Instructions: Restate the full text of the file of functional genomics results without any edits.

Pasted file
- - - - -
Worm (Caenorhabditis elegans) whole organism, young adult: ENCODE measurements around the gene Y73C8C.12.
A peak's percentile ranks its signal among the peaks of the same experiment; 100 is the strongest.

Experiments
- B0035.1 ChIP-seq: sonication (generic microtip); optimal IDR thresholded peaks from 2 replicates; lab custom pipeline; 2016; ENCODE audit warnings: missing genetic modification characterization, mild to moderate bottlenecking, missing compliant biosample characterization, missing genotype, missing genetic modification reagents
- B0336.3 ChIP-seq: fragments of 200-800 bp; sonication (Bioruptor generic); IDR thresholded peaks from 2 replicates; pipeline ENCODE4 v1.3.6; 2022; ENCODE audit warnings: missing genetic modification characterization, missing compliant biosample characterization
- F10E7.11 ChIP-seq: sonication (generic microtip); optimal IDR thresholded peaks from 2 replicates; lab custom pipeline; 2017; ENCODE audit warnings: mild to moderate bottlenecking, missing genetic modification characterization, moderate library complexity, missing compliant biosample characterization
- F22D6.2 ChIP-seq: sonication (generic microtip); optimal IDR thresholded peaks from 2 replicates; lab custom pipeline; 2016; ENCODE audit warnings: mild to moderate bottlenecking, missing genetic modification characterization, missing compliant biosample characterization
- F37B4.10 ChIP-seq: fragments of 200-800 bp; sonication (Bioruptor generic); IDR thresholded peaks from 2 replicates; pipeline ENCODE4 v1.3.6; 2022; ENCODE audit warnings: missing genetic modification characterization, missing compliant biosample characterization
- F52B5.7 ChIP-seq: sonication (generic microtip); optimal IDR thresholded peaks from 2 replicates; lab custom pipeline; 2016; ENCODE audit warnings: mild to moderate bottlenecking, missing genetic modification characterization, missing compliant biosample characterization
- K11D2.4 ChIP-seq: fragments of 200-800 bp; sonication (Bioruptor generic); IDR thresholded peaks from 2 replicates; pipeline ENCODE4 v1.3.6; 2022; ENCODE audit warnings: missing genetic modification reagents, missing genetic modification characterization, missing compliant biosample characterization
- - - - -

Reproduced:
Worm (Caenorhabditis elegans) whole organism, young adult: ENCODE measurements around the gene Y73C8C.12.
A peak's percentile ranks its signal among the peaks of the same experiment; 100 is the strongest.

Experiments
- B0035.1 ChIP-seq: sonication (generic microtip); optimal IDR thresholded peaks from 2 replicates; lab custom pipeline; 2016; ENCODE audit warnings: missing genetic modification characterization, mild to moderate bottlenecking, missing compliant biosample characterization, missing genotype, missing genetic modification reagents
- B0336.3 ChIP-seq: fragments of 200-800 bp; sonication (Bioruptor generic); IDR thresholded peaks from 2 replicates; pipeline ENCODE4 v1.3.6; 2022; ENCODE audit warnings: missing genetic modification characterization, missing compliant biosample characterization
- F10E7.11 ChIP-seq: sonication (generic microtip); optimal IDR thresholded peaks from 2 replicates; lab custom pipeline; 2017; ENCODE audit warnings: mild to moderate bottlenecking, missing genetic modification characterization, moderate library complexity, missing compliant biosample characterization
- F22D6.2 ChIP-seq: sonication (generic microtip); optimal IDR thresholded peaks from 2 replicates; lab custom pipeline; 2016; ENCODE audit warnings: mild to moderate bottlenecking, missing genetic modification characterization, missing compliant biosample characterization
- F37B4.10 ChIP-seq: fragments of 200-800 bp; sonication (Bioruptor generic); IDR thresholded peaks from 2 replicates; pipeline ENCODE4 v1.3.6; 2022; ENCODE audit warnings: missing genetic modification characterization, missing compliant biosample characterization
- F52B5.7 ChIP-seq: sonication (generic microtip); optimal IDR thresholded peaks from 2 replicates; lab custom pipeline; 2016; ENCODE audit warnings: mild to moderate bottlenecking, missing genetic modification characterization, missing compliant biosample characterization
- K11D2.4 ChIP-seq: fragments of 200-800 bp; sonication (Bioruptor generic); IDR thresholded peaks from 2 replicates; pipeline ENCODE4 v1.3.6; 2022; ENCODE audit warnings: missing genetic modification reagents, missing genetic modification characterization, missing compliant biosample characterization